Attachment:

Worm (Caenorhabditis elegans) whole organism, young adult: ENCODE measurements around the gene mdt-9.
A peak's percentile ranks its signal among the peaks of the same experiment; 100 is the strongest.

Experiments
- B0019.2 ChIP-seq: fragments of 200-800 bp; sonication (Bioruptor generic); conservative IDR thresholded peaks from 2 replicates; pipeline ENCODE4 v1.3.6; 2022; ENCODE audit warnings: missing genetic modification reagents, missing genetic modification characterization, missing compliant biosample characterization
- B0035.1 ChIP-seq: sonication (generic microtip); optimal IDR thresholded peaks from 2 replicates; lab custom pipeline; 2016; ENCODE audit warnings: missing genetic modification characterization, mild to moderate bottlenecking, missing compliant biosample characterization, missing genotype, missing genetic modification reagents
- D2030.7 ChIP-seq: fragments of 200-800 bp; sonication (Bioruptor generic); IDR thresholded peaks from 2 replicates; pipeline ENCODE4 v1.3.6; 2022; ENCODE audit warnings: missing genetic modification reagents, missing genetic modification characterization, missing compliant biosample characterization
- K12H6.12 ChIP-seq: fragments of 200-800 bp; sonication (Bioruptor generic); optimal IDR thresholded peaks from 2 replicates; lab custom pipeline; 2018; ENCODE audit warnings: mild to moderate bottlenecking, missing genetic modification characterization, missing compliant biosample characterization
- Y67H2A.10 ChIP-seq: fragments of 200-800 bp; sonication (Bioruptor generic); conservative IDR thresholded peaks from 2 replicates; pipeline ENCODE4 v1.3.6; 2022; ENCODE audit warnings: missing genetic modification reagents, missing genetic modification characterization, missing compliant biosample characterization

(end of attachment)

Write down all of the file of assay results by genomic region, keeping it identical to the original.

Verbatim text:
Worm (Caenorhabditis elegans) whole organism, young adult: ENCODE measurements around the gene mdt-9.
A peak's percentile ranks its signal among the peaks of the same experiment; 100 is the strongest.

Experiments
- B0019.2 ChIP-seq: fragments of 200-800 bp; sonication (Bioruptor generic); conservative IDR thresholded peaks from 2 replicates; pipeline ENCODE4 v1.3.6; 2022; ENCODE audit warnings: missing genetic modification reagents, missing genetic modification characterization, missing compliant biosample characterization
- B0035.1 ChIP-seq: sonication (generic microtip); optimal IDR thresholded peaks from 2 replicates; lab custom pipeline; 2016; ENCODE audit warnings: missing genetic modification characterization, mild to moderate bottlenecking, missing compliant biosample characterization, missing genotype, missing genetic modification reagents
- D2030.7 ChIP-seq: fragments of 200-800 bp; sonication (Bioruptor generic); IDR thresholded peaks from 2 replicates; pipeline ENCODE4 v1.3.6; 2022; ENCODE audit warnings: missing genetic modification reagents, missing genetic modification characterization, missing compliant biosample characterization
- K12H6.12 ChIP-seq: fragments of 200-800 bp; sonication (Bioruptor generic); optimal IDR thresholded peaks from 2 replicates; lab custom pipeline; 2018; ENCODE audit warnings: mild to moderate bottlenecking, missing genetic modification characterization, missing compliant biosample characterization
- Y67H2A.10 ChIP-seq: fragments of 200-800 bp; sonication (Bioruptor generic); conservative IDR thresholded peaks from 2 replicates; pipeline ENCODE4 v1.3.6; 2022; ENCODE audit warnings: missing genetic modification reagents, missing genetic modification characterization, missing compliant biosample characterization